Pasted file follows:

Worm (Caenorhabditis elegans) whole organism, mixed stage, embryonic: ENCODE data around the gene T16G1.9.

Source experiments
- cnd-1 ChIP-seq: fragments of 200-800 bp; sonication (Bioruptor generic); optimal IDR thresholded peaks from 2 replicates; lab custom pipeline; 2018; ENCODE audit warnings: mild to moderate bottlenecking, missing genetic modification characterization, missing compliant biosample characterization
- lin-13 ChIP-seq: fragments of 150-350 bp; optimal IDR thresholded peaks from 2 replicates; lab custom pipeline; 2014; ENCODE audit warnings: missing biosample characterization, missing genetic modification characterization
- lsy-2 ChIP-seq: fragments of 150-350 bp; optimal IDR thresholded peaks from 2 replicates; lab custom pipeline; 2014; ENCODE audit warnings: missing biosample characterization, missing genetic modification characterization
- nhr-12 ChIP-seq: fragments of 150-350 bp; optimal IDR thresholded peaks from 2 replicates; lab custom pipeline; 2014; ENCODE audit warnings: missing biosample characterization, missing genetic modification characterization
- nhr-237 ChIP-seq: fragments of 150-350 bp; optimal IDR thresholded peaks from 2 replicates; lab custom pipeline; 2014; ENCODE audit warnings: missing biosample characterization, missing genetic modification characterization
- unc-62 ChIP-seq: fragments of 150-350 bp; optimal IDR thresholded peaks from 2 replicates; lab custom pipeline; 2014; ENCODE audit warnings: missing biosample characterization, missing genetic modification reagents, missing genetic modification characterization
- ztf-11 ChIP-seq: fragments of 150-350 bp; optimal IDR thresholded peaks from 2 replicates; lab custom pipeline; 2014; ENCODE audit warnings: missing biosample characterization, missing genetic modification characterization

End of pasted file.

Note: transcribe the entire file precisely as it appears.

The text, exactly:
Worm (Caenorhabditis elegans) whole organism, mixed stage, embryonic: ENCODE data around the gene T16G1.9.

Source experiments
- cnd-1 ChIP-seq: fragments of 200-800 bp; sonication (Bioruptor generic); optimal IDR thresholded peaks from 2 replicates; lab custom pipeline; 2018; ENCODE audit warnings: mild to moderate bottlenecking, missing genetic modification characterization, missing compliant biosample characterization
- lin-13 ChIP-seq: fragments of 150-350 bp; optimal IDR thresholded peaks from 2 replicates; lab custom pipeline; 2014; ENCODE audit warnings: missing biosample characterization, missing genetic modification characterization
- lsy-2 ChIP-seq: fragments of 150-350 bp; optimal IDR thresholded peaks from 2 replicates; lab custom pipeline; 2014; ENCODE audit warnings: missing biosample characterization, missing genetic modification characterization
- nhr-12 ChIP-seq: fragments of 150-350 bp; optimal IDR thresholded peaks from 2 replicates; lab custom pipeline; 2014; ENCODE audit warnings: missing biosample characterization, missing genetic modification characterization
- nhr-237 ChIP-seq: fragments of 150-350 bp; optimal IDR thresholded peaks from 2 replicates; lab custom pipeline; 2014; ENCODE audit warnings: missing biosample characterization, missing genetic modification characterization
- unc-62 ChIP-seq: fragments of 150-350 bp; optimal IDR thresholded peaks from 2 replicates; lab custom pipeline; 2014; ENCODE audit warnings: missing biosample characterization, missing genetic modification reagents, missing genetic modification characterization
- ztf-11 ChIP-seq: fragments of 150-350 bp; optimal IDR thresholded peaks from 2 replicates; lab custom pipeline; 2014; ENCODE audit warnings: missing biosample characterization, missing genetic modification characterization